This article, entitled Hallie's New Roommate comes from Erin Ferris at http://amidwesterngirlincowboycountry.blogspot.com
I regularly hear two different screams coming from Hallie's mouth.
Scream #1, most often directed toward me and/or Will, pierces our eardrums whenever Hallie feels angry and frustrated. Scream #1 can be heard approximately 117 miles away, and generally lasts for what feels like - and is as painful as actually watching - a full episode of The Jersey Shore.
Scream #2, most often heard by Will (poor buddy - his ears have been through a lot), is premeditated and designed to coerce him into behaving as Hallie would like him to behave. Will gives in to these manipulative screams most of the time, presumably because doing so is considerably less time-consuming and results in fewer repercussions than negotiating and/or fighting with her.
Last week, as I was sitting down at my computer to pound out a blog post or two, a completely unfamiliar scream shattered the house-wide rest time silence. (For the record, "house-wide rest time silence" generally lasts for 11 minutes. I used to get between two and three solid hours of peace and quiet every afternoon, and now I consider myself lucky if I get 11 minutes.) This scream pulled me off the couch, because unlike screams #1 and #2, it was one of authentic terror.
Hallie and I nearly collided as I hurried toward and she burst out of her bedroom. Tears covered her cheeks and her breath caught in her throat as she pointed into her room and sputtered something that sounded like "wizard". We all know just how scary Harry Potter can be to an almost-four-year-old...(see picture above)
Have you figured out that this is yet another blog post about lizards?
I eventually coaxed the story out of Hallie. She went into her room, parked herself down on the floor in front of her dollhouse, and started arranging the dolls and furniture. Just as she was about to lay the mommy doll down on the couch (because the mommies she knows spend so much time lying on the couch), something in her dollhouse moved and she was shocked to find a good-sized (as in larger than the dolls) lizard lounging on the dollhouse living room rug.
The next part of the story is best told through dialog.
Erin: Hallie, please stop screaming and go sit on the living room couch. Will, I need your help. Put on your big boy pants and come with me.
Will: Put on my what?
Erin: Just come with me.
Will: What are we doing?
Erin: Catching a lizard.
Will: Awwww, Mom, I hate lizards.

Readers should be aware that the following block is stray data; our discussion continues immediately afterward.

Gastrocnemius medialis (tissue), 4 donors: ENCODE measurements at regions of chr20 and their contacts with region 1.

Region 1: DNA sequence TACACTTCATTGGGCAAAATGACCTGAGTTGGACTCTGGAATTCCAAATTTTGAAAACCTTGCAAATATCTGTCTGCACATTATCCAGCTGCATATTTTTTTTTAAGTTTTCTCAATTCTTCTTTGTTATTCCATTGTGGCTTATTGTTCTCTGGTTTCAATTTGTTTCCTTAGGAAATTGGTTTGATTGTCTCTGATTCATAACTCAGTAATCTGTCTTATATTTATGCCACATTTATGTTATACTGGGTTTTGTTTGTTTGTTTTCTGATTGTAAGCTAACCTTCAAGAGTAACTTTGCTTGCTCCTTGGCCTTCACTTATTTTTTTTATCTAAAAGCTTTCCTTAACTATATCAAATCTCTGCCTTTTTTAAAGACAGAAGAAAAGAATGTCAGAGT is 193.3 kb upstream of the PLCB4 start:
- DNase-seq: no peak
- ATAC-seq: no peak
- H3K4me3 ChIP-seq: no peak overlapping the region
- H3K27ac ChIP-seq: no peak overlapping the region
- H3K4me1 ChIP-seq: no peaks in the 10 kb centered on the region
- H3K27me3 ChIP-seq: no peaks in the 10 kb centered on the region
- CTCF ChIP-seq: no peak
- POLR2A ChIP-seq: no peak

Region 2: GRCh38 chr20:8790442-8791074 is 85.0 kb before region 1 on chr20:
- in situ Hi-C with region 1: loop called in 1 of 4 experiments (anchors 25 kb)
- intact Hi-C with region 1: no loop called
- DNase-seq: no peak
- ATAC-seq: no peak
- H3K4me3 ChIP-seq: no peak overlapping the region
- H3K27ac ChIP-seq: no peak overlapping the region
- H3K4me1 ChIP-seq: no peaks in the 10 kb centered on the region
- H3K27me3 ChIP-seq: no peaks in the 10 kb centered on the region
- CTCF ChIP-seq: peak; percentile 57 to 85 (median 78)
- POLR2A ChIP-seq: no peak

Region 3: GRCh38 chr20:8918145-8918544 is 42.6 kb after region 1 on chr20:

Erin: It's not possible that you hate them more than I do. And since your daddy's not home, you're going to man-up and help me.
Will and I enter Hallie's bedroom and I shut the door behind us.
Erin: Take Hallie's bath towel and wedge it under the bedroom door. I'll wedge her pajamas under the door to the closet, and then we're going to build a book barrier between the dollhouse and the bed. (The only thing worse than a lizard in my house is a lizard in my house that I can't find. My goal here was to contain the lizard within an area I could easily supervise.)
Will: Um, ok.
Erin: Crap, he's leaving the living room and heading into the kitchen. Oops. Don't say "crap", Will - it's a bad word. Ok, Will, your job is to keep an eye on the lizard - DON'T LET HIM OUT OF YOUR SIGHT - while I gather a few supplies.
Will: Got it.
I run through the house, grabbing buckets and tupperwares and construction paper and scotch tape and then return to Hallie's bedroom.
Will: Now what?
Erin: Will, look at me. This is very important. I will give, get, or buy you WHATEVER YOU WANT - in the whole wide world - if you will catch this lizard for me. Anything. AN.Y.THING.
Will: Give me that bucket.
Will attempts to catch the lizard while I hyperventilate and guard the two foot space we couldn't block off with the book barrier. Unfortunately his best attempt catches only the lizard's tail, and I take over.
My lizard-catching style hasn't changed much since we moved to Texas.
Step 1: trap lizard under cup, bucket, or in this case, large tupperware container.
Step 2: perform calming, deep breathing exercises until heart rate slows.
Step 3: ease magazine cover, construction paper, or card stock under container.
Step 4: slowly push container - with lizard trapped inside - across floor to door.
Step 5: on the count of three and as Will opens door, pick up container using paper bottom and heave paper, tupperware, and lizard into yard. Pray that paper, tupperware, and/or lizard don't hit passerby.
Step 6: slam door.
Step 7: cry a little.
This lizard evacuation was no different than any other, with the exception of the lizard's size; this buddy (when I call them "buddy" they seem less scary) was twice as big as our usual lizards. I was worried this lizard would somehow get out of the tupperware (as I was telling her this story, my friend Erin asked me, "Erin, you know lizards aren't strong enough to lift tupperwares, right?" I think she's right, but this Midwestern Girl couldn't be certain), so as I pushed and pulled the tupperware through the house to the door, I made Will sit on top of it and scoot along with me. I felt pretty confident the lizard wasn't going to escape with 44 pounds of kindergartener weighing down the enclosure.
The moral of this story is...well, there's no moral of this story. When it comes down to it, this blog is about life in Texas. And since lizards share this great state with me, they deserve a little screen time if only because they're the universe's way to of allowing me to teach my children how important it is to face your fears. And that it's perfectly acceptable to cry when you're scared.